One global Asian original design manufacturer we know offers a digital 3-D learning environment at its virtual model factory. This system lets employee participants “see” and “feel” complex equipment deployed at many of the company’s plants. Danone—long committed to encouraging professional and individual development through means such as more than ten learning facilities around the world—successfully rolled out its cloud-based Danone Campus 2.0 in 2014. Easily accessible and continually updated, this innovative approach to learning involves Danone employees in their own development by providing a digital, user-friendly space to share best practices, to highlight the latest internal and external knowledge, and to foster a culture of collaborative learning and networking.
Unleashing the power of collective intelligence is especially critical to the digital-learning transformation. Increasingly, the learner and the learner’s inner circle—colleagues who send each other articles or recommend content through a central online-learning system—act as curators. In large global companies, HR or L&D can’t own (or even share ownership of) detailed knowledge about the existing and emerging skills a diverse workforce must have to improve the performance of each business. But employees themselves can be empowered to share knowledge across the company, an approach that also helps solve the perennial problem of who will be the trainer. When training is automated, consistency improves and C-suite messages go straight to the front line, avoiding potentially distorted “translations” passed on at a company’s middle levels.
Flattening the knowledge hierarchy not only sharpens the messaging and broadens the pool of available content but also enables faster delivery and, potentially, more sophisticated performance measurement. We expect L&D and HR personnel to become less the authors of what gets taught in digital formats and more the facilitators who ensure that employee-generated content can be seamlessly dispersed throughout the company. Our respondents rated their companies highly on designing and delivering learning programs—more than 75 percent said they were effective on both counts. But digitizing education effectively requires the additional, more technical capabilities that a wired-in world demands.
For make no mistake, it really is a new world, learning at the speed of business. Since there is less need to wait for scheduled training sessions, “pull” can complement “push,” as employees empowered to upskill and reskill themselves log on to user-friendly learning platforms. Much as Amazon makes books instantly available anywhere, any time, on its Kindle and other devices, the digitization of learning can provide unprecedented access to relevant knowledge, a lot of it at relatively low or even no cost.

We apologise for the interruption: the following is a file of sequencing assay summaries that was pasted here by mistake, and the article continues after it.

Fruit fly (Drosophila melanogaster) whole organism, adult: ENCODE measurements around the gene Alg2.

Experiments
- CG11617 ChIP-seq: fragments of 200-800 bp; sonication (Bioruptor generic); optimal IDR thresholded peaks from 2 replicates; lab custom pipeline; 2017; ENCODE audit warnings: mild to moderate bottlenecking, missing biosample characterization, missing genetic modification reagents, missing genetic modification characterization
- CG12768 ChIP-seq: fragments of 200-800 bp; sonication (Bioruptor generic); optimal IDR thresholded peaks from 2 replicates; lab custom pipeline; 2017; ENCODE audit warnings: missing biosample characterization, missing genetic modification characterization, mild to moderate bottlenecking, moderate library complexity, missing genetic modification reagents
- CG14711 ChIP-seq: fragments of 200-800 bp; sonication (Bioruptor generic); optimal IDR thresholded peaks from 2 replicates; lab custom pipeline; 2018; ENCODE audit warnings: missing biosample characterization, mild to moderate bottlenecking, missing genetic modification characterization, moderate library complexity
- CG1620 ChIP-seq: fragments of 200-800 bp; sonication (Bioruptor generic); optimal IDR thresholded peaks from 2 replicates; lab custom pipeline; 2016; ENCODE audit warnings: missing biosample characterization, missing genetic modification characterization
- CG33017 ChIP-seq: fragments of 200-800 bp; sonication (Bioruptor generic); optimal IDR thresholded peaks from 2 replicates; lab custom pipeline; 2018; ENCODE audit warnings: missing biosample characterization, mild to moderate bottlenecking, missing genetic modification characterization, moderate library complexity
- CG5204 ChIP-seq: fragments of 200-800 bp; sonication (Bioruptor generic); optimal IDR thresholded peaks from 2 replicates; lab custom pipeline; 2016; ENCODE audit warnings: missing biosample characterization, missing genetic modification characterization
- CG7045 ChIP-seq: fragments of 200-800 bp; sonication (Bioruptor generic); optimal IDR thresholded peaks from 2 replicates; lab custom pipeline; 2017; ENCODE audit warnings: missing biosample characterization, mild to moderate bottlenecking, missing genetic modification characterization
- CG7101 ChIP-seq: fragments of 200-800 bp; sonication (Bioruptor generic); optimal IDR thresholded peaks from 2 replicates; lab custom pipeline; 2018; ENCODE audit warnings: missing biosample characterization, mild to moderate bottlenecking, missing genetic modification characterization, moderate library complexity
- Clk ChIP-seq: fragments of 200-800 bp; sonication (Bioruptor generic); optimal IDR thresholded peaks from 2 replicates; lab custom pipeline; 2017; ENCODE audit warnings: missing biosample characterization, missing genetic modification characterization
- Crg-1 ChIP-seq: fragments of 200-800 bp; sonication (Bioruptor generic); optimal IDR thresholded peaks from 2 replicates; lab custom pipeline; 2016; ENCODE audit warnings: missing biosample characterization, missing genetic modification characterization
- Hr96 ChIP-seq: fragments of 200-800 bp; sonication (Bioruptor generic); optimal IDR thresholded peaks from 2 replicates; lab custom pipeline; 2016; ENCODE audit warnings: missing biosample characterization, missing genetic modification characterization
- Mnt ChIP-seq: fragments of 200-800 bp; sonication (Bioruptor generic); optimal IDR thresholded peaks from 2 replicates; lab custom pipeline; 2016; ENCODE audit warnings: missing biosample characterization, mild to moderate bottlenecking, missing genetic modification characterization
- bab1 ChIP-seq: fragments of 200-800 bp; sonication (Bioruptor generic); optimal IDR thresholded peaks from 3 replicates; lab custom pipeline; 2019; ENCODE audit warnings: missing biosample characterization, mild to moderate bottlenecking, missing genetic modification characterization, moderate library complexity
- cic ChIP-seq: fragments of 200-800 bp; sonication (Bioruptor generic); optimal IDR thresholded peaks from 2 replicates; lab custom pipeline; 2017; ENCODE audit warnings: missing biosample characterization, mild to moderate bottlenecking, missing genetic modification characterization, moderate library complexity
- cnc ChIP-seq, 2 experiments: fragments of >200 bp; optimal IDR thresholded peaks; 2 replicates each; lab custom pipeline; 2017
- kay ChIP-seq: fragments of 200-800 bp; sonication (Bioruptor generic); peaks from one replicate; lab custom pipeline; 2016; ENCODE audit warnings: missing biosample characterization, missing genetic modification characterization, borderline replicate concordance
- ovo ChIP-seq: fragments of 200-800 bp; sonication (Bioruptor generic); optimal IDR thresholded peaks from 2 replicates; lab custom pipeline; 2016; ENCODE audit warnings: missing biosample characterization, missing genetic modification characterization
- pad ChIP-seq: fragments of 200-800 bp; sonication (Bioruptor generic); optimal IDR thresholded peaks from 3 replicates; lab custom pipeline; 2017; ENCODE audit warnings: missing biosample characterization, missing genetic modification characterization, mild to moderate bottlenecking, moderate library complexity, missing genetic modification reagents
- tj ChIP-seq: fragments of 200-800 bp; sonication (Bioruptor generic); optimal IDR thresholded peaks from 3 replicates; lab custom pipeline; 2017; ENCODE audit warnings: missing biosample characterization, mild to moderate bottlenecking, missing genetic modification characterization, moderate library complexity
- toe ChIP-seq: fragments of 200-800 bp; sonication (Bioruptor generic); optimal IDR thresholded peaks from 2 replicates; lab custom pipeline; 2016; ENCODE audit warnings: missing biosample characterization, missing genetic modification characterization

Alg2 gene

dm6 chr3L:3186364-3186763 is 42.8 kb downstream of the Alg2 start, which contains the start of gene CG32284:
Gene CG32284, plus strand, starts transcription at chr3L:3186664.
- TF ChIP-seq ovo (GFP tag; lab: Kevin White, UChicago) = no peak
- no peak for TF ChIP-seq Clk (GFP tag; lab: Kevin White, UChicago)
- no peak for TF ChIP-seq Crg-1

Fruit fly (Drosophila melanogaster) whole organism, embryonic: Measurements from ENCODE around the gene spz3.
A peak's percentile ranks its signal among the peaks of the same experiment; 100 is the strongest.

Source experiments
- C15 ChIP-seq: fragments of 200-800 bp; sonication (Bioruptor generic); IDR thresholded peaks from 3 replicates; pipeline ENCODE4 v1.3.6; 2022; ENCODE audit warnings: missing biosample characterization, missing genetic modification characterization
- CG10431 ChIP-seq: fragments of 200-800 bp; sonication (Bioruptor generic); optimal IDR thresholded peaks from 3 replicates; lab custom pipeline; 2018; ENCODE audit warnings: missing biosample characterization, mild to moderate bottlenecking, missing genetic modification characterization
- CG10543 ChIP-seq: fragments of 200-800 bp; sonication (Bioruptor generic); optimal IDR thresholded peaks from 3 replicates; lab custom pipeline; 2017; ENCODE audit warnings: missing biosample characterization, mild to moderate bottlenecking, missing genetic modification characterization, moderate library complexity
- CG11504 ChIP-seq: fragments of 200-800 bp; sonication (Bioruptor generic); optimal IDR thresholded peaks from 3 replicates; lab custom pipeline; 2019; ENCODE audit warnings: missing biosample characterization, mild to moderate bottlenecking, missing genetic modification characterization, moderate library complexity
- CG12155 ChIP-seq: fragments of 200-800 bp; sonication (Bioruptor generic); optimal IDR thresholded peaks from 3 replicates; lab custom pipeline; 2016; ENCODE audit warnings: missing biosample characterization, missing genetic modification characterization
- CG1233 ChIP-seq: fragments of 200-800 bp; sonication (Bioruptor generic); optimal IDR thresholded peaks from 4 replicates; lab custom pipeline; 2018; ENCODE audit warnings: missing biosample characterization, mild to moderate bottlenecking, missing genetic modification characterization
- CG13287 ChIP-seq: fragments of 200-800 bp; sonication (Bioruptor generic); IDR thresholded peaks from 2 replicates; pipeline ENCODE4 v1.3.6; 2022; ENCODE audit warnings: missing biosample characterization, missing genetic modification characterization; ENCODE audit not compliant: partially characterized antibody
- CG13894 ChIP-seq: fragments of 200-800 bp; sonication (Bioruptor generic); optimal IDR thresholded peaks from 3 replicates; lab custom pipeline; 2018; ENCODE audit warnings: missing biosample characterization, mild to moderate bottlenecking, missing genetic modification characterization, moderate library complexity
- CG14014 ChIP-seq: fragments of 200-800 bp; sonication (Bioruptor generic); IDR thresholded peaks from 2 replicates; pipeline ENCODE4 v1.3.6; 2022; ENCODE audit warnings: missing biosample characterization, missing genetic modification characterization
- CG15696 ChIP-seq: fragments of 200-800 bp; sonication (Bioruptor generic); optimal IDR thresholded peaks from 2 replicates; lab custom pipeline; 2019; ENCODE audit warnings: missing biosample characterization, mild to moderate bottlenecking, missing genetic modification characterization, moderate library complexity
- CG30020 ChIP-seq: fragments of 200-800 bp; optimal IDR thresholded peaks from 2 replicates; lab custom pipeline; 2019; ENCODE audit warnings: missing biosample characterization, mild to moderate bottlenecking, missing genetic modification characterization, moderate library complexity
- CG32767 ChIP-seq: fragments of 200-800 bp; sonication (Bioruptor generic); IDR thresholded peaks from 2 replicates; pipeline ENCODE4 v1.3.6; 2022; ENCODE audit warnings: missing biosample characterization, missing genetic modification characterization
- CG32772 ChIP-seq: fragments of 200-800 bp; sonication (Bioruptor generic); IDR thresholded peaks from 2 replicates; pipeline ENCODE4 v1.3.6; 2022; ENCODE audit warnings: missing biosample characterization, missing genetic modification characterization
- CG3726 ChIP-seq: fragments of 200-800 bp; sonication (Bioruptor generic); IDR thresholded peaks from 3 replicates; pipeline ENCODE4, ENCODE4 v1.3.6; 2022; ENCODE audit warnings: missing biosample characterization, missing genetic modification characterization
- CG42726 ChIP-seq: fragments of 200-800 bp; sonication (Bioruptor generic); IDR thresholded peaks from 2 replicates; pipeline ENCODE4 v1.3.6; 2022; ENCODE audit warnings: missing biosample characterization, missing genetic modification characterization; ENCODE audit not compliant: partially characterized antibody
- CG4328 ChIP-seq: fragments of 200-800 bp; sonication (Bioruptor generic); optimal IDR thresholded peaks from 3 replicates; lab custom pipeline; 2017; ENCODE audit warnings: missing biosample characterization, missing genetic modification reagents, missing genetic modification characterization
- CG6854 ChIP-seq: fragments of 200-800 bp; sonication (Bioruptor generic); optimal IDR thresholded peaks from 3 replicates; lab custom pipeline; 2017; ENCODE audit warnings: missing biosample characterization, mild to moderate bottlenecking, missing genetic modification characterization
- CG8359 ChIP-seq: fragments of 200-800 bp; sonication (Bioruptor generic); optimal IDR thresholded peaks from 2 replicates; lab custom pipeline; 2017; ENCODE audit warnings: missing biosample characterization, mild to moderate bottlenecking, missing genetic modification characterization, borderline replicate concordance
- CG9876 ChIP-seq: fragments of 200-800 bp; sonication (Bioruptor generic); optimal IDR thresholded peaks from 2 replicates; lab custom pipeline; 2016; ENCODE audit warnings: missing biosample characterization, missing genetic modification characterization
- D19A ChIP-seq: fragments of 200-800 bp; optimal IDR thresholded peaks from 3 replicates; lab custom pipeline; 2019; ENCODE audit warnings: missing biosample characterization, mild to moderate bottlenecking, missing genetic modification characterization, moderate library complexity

The impact of today’s best systems and tools can be just as profound as Amazon’s, even if the results aren’t always precisely measurable. As an executive at one leading global company noted, investing in modern learning-and-development platforms is so fundamental that it transcends simple metrics—akin to building a house and then trying to measure the ROI of the plumbing. Despite the ability of digital platforms to make the collection, analysis, and scoring of data more sophisticated, the full measure of impact can’t be captured to the decimal.
The enduring case for (at least some) bricks and mortar
Similarly, for all of the notable advances that digitization promises, comprehensive learning cannot be based on the cloud alone. Companies still have compelling reasons to locate significant elements of corporate learning in tangible, specialized educational facilities—increasingly, with ergonomically designed furniture, plenty of light, and interior design geared specifically to learning. In our experience, any successful educational program allows employees to unplug and enjoy a respite from an always-on, 24/7 tempo.
The importance of this physical separation from the daily grind should not be underestimated. If employees have no opportunity to step away from their working environments, the same old behavior, for good and ill, is constantly reinforced, and the chance for more reflective, committed learning is lost. Harvard professor Ronald Heifetz calls this a “balcony moment”: the imperative for leaders to leave the “dance floor” periodically and reflect on the patterns and movement below.
Dedicated learning facilities also befit the gravitas of a professional function. However virtual business may now seem, we still belong to a physical world; even Amazon recently established its own physical bookstores. It’s worth noting, as well, that millennials benefit from high-touch learning no less than workers from previous generations do. Younger employees may spend more time online and be more comfortable with mobile applications. But they should not be forced—and, in our experience, don’t desire—to engage solely with digital learning tools.